São Tomé und Príncipe: Kids Consume More Alcohol than Milk
São Tomé und Príncipe is an island nation in the African region. Like most countries in the region also this island nation suffers from a heavy alcohol burden – to the extent that kids consume more alcohol than milk.
The World Health Organization (WHO) has warned that the African region has an increasing alcohol consumption trend and is suffering from the resulting burden. For instance, wine consumption in Africa is growing five times as fast as the rest of the world. Alcohol is the fifth largest risk factor for death and serious health problems such as liver cirrhosis in sub-Saharan Africa. The increasing alcohol consumption has been driven by Big Alcohol who sees Africa as an emerging lucrative market.
Illegal, home-brewed alcohol is also a major problem for the region. This type of alcohol is sold very cheap and is widely available.
The case is not much different in São Tomé und Príncipe. From the outside, the island nation is an untouched paradise. Ranked 10th by Lonely Planet last year as best places to visit. But, the island nation close to the equator off the coast of Central Africa, hides a deep rooted alcohol problem and pervasive alcohol norm.
The scientist Isabel de Santiago carried out a survey to get to the bottom of the alcohol problem in the island nation between September 2013 and May 2014 with 2064 participants in São Tomé and Príncipe. Her results revealed,
- 52% of the male and 48% of the female population consume between 12 and 30 litres of regular alcohol.
- This alcohol is partially mixed with heavy metals and threatens to cause considerable health risks – especially in children. This also includes disabilities and premature death.
Instead of acknowledging and taking action about the problem the country has turned against the scientist.
The government has accused de Santiago of “damaging the country’s reputation” with her study, tried to prevent publication, threatened to file a criminal complaint against the scientist and urged her to appeal to all residents, in particular to publicly apologize to the children of the island nation.
Everyone from the bishop, to hotel owners to mothers are in denial about the country’s deepening alcohol problem.
Alcohol norm fueled by myths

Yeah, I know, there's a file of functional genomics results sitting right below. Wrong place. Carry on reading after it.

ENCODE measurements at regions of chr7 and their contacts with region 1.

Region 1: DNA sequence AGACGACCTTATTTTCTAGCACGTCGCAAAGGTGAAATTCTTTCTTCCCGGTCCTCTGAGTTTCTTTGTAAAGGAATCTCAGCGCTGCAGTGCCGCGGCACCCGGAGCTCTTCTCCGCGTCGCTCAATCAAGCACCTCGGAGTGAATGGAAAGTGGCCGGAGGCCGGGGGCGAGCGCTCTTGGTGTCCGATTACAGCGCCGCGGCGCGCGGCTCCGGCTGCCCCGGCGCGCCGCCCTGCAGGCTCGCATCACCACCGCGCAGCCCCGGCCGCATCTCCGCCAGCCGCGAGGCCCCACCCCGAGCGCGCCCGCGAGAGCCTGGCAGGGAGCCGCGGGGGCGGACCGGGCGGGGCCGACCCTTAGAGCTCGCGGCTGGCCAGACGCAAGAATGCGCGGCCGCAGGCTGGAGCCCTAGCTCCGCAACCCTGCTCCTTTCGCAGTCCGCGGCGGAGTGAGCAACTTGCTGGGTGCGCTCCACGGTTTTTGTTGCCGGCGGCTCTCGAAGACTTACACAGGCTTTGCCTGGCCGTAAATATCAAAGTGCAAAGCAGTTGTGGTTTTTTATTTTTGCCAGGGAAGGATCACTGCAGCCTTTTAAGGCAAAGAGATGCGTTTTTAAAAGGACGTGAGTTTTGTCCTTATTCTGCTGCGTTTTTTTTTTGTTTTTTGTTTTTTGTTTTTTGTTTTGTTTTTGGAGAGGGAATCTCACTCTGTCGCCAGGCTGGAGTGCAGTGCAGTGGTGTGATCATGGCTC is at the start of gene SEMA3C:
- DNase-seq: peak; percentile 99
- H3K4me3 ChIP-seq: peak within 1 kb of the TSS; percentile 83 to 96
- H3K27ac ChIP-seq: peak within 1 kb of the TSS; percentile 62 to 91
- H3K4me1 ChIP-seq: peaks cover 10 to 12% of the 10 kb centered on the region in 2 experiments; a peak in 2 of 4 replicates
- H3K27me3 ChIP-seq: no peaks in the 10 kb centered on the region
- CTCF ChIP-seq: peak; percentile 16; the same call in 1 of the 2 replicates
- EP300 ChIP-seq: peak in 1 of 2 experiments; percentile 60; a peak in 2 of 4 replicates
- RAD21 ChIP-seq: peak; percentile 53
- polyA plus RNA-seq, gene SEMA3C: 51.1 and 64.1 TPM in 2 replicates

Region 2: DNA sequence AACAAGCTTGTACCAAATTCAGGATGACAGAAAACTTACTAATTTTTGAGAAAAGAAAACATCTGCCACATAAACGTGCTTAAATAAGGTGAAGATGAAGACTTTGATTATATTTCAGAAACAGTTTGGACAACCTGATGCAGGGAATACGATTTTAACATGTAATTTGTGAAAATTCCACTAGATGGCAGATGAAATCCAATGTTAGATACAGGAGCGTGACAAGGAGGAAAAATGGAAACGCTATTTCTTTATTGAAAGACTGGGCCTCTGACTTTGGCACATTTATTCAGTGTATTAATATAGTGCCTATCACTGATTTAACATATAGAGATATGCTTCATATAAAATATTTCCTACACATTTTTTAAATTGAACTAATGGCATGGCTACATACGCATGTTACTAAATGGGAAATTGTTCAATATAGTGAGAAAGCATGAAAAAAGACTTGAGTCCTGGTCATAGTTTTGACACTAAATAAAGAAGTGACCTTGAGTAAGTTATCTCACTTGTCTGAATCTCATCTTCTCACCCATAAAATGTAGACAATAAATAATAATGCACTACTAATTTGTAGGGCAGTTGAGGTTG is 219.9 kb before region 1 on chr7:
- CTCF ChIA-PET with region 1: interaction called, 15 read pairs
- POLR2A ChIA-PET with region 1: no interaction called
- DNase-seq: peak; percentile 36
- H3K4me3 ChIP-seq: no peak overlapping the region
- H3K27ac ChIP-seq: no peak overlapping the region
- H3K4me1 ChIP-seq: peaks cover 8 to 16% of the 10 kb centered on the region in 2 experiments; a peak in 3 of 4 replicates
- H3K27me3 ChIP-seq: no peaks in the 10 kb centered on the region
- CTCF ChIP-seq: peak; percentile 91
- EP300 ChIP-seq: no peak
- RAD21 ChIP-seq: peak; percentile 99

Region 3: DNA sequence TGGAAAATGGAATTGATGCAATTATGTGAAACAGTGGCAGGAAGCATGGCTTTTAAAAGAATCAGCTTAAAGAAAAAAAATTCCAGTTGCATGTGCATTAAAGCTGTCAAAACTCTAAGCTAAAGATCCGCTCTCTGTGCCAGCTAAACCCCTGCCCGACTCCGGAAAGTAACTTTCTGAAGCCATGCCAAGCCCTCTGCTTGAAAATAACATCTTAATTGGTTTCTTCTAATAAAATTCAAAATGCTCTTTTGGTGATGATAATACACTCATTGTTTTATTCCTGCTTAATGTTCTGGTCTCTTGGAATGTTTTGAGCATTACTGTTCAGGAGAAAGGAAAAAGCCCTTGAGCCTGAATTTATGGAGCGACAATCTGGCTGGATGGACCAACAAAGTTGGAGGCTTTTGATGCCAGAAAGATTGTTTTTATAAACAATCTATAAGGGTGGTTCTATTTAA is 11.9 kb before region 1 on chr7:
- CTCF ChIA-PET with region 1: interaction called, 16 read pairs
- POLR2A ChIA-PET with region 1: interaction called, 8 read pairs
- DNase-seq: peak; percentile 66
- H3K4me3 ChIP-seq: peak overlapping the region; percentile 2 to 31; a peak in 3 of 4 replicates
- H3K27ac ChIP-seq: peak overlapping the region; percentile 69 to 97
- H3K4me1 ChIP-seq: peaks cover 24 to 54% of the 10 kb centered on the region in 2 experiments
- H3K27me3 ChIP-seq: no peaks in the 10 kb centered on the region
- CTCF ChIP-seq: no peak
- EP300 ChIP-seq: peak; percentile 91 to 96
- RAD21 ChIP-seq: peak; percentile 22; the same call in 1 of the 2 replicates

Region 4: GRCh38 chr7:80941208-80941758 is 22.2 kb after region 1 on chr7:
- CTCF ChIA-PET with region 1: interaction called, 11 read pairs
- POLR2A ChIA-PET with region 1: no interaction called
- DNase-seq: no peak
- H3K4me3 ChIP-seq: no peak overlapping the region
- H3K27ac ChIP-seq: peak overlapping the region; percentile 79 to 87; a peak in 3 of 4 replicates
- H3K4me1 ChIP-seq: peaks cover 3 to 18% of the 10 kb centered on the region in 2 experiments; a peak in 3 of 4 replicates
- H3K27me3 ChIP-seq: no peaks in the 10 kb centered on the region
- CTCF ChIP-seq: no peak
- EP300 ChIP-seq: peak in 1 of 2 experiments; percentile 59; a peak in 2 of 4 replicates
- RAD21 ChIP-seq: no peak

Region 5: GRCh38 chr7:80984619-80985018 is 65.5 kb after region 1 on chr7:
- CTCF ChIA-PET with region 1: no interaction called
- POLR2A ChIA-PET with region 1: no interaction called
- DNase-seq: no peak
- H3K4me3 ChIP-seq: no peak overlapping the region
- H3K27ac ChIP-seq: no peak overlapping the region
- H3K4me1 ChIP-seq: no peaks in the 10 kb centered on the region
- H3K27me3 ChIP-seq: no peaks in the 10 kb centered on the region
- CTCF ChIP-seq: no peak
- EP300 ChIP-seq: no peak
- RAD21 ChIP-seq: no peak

Everyone seems to be in denial about the heavy toll alcohol is taking because fueled by alcohol myths and ignorance the alcohol norm in São Tomé und Príncipe runs deep. Alcohol use is an everyday occurrence for most people. They use alcohol thinking it will cure illness, or reduce hunger, but most of all as an escape from poverty.
The islanders believe alcohol mixed with herbs can cure stomach problems. It’s even given to children as young as 6 years to “kill worms”. Many mothers who give their children “healing liquor” also do not know that it could harm their health. On the contrary, the brew is considered medicine.
They also believe they can escape problems using alcohol. According to de Santiago, high proof alcohol is omnipresent all throughout the life.
Hard liquor can be found in almost every corner of the country. Palm wine is recommended for hot days. Cacharamba, a high proof alcohol, is also widely available. Alcohol is sold around children, in markets next to fruits and fresh fish.
The country is so much in denial de Santiago has even received death threats. The scientist says she isn’t afraid because people’s lives are at stake. She plans to conduct another study in the island.
People are dying. Children and adolescents will have long-term health problems. How can you just look away?” asked Isabel de Santiago, as per Der Spiegel.
Alcohol policy in São Tomé und Príncipe
As the WHO reports, São Tomé und Príncipe has a per capita alcohol consumption which is above the African region average. But while 66% of the adult population still abstains from alcohol, those who consume it, do so at extremely heavy levels. Per capita alcohol consumption among those who consume alcohol is more than 20 liters per year.
In addition, also patterns of alcohol use are troubling, according to the WHO:
- Almost half (47.5%) of the alcohol using youth between 15 to 19 years binge on the substance.
- A staggering 10.9% of males suffer from alcohol use disorders.
The country ranks as the highest level for years of life lost due to alcohol.
Despite the obvious alcohol harm, the country does not have a national alcohol policy or excise taxes on alcohol or any restrictions of retail sales and marketing.
It’s imperative that the government acknowledges the country’s alcohol problem and implements a comprehensive alcohol control policy including the best buy measures recommended by the WHO. Awareness campaigns are also necessary to debunk the alcohol myths in the country. Urgent action is needed to safeguard the people of São Tomé und Príncipe, specifically youth and children, from the serious alcohol harm.